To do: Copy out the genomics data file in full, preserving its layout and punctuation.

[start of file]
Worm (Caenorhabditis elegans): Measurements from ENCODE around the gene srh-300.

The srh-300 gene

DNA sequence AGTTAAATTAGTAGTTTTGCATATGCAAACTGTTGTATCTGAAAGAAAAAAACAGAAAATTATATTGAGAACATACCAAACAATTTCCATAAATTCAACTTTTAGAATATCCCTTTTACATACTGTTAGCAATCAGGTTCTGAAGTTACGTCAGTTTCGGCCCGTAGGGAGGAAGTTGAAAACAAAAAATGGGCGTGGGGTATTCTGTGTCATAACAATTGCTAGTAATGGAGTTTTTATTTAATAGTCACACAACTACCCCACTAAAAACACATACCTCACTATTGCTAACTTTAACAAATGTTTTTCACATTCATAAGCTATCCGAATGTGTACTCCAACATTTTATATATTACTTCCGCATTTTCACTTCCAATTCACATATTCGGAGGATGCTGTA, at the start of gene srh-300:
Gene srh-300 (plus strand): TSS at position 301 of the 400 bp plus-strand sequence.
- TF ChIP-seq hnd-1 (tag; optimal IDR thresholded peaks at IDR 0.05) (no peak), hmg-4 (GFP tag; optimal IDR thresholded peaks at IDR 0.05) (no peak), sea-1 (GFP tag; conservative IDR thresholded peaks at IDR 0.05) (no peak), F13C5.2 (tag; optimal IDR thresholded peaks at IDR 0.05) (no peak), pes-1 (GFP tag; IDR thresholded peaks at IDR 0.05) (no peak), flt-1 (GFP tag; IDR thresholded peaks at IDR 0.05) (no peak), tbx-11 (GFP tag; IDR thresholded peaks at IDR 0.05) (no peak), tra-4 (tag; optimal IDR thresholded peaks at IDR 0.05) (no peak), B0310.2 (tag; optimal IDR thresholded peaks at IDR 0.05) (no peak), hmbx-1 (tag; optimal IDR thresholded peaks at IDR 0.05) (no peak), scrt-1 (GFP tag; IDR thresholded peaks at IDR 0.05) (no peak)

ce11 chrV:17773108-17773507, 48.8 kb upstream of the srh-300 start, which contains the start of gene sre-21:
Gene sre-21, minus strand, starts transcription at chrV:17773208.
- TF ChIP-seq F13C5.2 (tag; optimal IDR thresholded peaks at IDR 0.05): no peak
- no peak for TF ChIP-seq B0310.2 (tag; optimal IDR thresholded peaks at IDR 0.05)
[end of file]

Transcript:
Worm (Caenorhabditis elegans): Measurements from ENCODE around the gene srh-300.

The srh-300 gene

DNA sequence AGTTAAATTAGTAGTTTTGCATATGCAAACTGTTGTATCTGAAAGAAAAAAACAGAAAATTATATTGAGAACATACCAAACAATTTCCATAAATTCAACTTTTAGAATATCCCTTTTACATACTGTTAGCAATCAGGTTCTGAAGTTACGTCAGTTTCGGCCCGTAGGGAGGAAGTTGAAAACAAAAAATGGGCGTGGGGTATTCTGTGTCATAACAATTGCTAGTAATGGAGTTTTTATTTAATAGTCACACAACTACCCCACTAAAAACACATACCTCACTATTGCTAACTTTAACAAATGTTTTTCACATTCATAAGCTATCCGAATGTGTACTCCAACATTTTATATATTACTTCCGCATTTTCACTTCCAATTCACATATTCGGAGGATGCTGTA, at the start of gene srh-300:
Gene srh-300 (plus strand): TSS at position 301 of the 400 bp plus-strand sequence.
- TF ChIP-seq hnd-1 (tag; optimal IDR thresholded peaks at IDR 0.05) (no peak), hmg-4 (GFP tag; optimal IDR thresholded peaks at IDR 0.05) (no peak), sea-1 (GFP tag; conservative IDR thresholded peaks at IDR 0.05) (no peak), F13C5.2 (tag; optimal IDR thresholded peaks at IDR 0.05) (no peak), pes-1 (GFP tag; IDR thresholded peaks at IDR 0.05) (no peak), flt-1 (GFP tag; IDR thresholded peaks at IDR 0.05) (no peak), tbx-11 (GFP tag; IDR thresholded peaks at IDR 0.05) (no peak), tra-4 (tag; optimal IDR thresholded peaks at IDR 0.05) (no peak), B0310.2 (tag; optimal IDR thresholded peaks at IDR 0.05) (no peak), hmbx-1 (tag; optimal IDR thresholded peaks at IDR 0.05) (no peak), scrt-1 (GFP tag; IDR thresholded peaks at IDR 0.05) (no peak)

ce11 chrV:17773108-17773507, 48.8 kb upstream of the srh-300 start, which contains the start of gene sre-21:
Gene sre-21, minus strand, starts transcription at chrV:17773208.
- TF ChIP-seq F13C5.2 (tag; optimal IDR thresholded peaks at IDR 0.05): no peak
- no peak for TF ChIP-seq B0310.2 (tag; optimal IDR thresholded peaks at IDR 0.05)